The novel itself? Nothing simple about this one, not with its complex characters, ambiguous messages, delicious poetry, stunning dialogues, wild descriptions, painful mysteries and seducing wrongness pouring from each page. The novel is an exceptional piece of writing, no doubts about that. Elements of fantasy, gothic and surreal come together to tell about a young man who wanted to hold onto his beauty. Dorian, a young man posing for a portrait, stirred with flattering words from charming Lord Henry, falls in love with his own painting and admits he would be willing to give up his soul to retain his beauty. The devil seems to take him on his offer, for the painting starts to age instead of him…and so his story begins. A story that, perhaps, has never been more relevant. We live in an age that is obsessed with beauty. Not beauty in a spiritual, artistic or philosophical sense, but beauty of the flesh. Physical beauty has become a full blown obsession of the masses. The standards of masculine and feminine beauty fitted into neat fetish proportions. Personal physical beauty can be attained more easily than before (with help of science) and why should it be attained at all costs in the first place needn’t be asked- or so is implied. Obviously as society we’re more than willing to pay the price for it. Generally speaking, isn’t it so? There has always been something that made us long for beauty. Sometimes we call it the pursuit of happiness, something we give it more philosophical and less naïve names but we always search for beauty. It can be maintained that humans have always been involved in the pursuit of beauty, but I dare say, I’m not sure that this pursuit has ever been quite this much consumerist oriented, as in this time we live in. All the more reason to read this fascinating novel.

"The studio was filled with the rich odour of roses, and when the light summer wind stirred amidst the trees of the garden there came through the open door the heavy scent of the lilac, or the more delicate perfume of the pink-flowering thorn.
From the corner of the divan of Persian saddle-bags on which he was lying, smoking, as usual, innumerable cigarettes, Lord Henry Wotton could just catch the gleam of the honey-sweet and honey-coloured blossoms of the laburnum, whose tremulous branches seemed hardly able to bear the burden of a beauty so flame-like as theirs; and now and then the fantastic shadows of birds in flight flitted across the long tussore-silk curtains that were stretched in front of the huge window, producing a kind of momentary Japanese effect, and making him think of those pallid jade-faced painters who, in an art that is necessarily immobile, seek to convey the sense of swiftness and motion. The sullen murmur of the bees shouldering their way through the long unmown grass, or circling with monotonous insistence round the black-crocketed spires of the early June hollyhocks, seemed to make the stillness more oppressive, and the dim roar of London was like the bourdon note of a distant organ.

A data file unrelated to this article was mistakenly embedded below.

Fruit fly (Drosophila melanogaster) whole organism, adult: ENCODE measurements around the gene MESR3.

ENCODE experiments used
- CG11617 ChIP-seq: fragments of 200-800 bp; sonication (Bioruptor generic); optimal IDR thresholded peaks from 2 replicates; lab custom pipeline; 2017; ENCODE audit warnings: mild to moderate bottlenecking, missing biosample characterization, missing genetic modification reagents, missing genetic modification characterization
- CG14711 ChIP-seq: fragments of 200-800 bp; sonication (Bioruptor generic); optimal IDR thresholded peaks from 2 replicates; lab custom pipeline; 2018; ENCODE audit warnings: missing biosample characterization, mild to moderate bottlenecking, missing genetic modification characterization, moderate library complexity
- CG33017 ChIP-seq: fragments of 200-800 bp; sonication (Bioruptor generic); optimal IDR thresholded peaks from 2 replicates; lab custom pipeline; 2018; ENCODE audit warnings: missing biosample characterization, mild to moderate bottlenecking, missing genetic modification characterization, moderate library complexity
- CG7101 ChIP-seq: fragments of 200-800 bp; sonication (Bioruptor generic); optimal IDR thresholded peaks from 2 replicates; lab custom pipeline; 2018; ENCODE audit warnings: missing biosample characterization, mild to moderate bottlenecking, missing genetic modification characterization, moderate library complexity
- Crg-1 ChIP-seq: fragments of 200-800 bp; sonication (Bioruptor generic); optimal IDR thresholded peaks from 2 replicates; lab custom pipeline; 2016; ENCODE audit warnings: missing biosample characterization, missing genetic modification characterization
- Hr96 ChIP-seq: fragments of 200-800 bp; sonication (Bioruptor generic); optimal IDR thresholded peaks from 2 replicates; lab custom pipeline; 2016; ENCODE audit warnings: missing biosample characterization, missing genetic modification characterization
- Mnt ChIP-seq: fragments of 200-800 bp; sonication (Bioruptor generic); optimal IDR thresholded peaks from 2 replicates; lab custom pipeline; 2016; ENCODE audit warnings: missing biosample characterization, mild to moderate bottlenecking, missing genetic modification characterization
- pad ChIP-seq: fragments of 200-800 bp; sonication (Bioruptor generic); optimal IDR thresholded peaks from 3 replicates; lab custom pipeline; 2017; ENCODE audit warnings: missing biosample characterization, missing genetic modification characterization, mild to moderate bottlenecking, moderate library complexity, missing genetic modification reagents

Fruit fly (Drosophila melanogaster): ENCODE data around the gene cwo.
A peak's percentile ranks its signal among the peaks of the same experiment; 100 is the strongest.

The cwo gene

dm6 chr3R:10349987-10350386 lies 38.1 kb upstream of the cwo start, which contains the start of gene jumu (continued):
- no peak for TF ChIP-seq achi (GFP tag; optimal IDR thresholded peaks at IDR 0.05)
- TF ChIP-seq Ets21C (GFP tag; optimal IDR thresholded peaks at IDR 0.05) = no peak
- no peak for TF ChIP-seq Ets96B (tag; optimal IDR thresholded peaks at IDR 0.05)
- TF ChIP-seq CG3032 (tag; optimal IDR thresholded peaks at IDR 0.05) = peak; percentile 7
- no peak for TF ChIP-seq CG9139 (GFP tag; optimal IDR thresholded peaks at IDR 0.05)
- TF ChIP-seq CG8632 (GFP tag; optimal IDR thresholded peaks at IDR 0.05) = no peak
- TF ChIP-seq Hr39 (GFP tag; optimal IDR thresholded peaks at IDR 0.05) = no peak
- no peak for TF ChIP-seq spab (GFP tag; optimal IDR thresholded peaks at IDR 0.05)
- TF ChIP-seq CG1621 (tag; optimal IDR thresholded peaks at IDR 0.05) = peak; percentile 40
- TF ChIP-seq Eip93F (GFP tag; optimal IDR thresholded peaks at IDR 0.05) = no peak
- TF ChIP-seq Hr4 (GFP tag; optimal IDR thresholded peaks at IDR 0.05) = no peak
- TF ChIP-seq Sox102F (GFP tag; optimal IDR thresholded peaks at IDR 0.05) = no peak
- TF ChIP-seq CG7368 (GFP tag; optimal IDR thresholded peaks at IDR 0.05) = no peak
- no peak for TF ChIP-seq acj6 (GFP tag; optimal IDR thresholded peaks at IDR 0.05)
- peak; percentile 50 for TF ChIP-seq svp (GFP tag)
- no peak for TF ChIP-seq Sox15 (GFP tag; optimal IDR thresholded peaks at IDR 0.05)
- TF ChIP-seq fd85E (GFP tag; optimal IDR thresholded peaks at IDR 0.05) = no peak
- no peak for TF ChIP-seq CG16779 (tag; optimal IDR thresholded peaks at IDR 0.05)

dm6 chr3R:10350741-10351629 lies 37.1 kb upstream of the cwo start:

In the centre of the room, clamped to an upright easel, stood the full-length portrait of a young man of extraordinary personal beauty, and in front of it, some little distance away, was sitting the artist himself, Basil Hallward, whose sudden disappearance some years ago caused, at the time, such public excitement, and gave rise to so many strange conjectures." The opening paragraphs of The Picture of Dorian Gray by Oscar Wilde.






This novel can be read as psychological study and not only of Dorian, the protagonist but of other characters as well. Both Basil (the painter, the embodiment of an artist) and Lord Henry (self-portrait of Wilde himself?) play an immensely important role in this novel. Almost effortlessly, this novel portrays Victorian society. It reveals its hidden horrors without ever losing the tread of the story. The story is, after all, about Dorian. The way Dorian’s life is narrated feels at times, almost detached, but this only enhances our feeling of suspense. We get a glimpses inside Dorian’s mind, but at times he seems to positively drift away from us.  Somehow, this made me, as a reader, all the more interested in what was going on in his head. The first time I read this novel I had a feeling my head was going to explode. I must have had read in an hour or so and I will never forget that feeling of bewilderment. Every other reading felt just as intense. It is like there is a magic in this novel, a magic that can’t be resist. That might be why my mind refuses to offer some finite interpretation of this text, I want to be seduced anew every time I read it.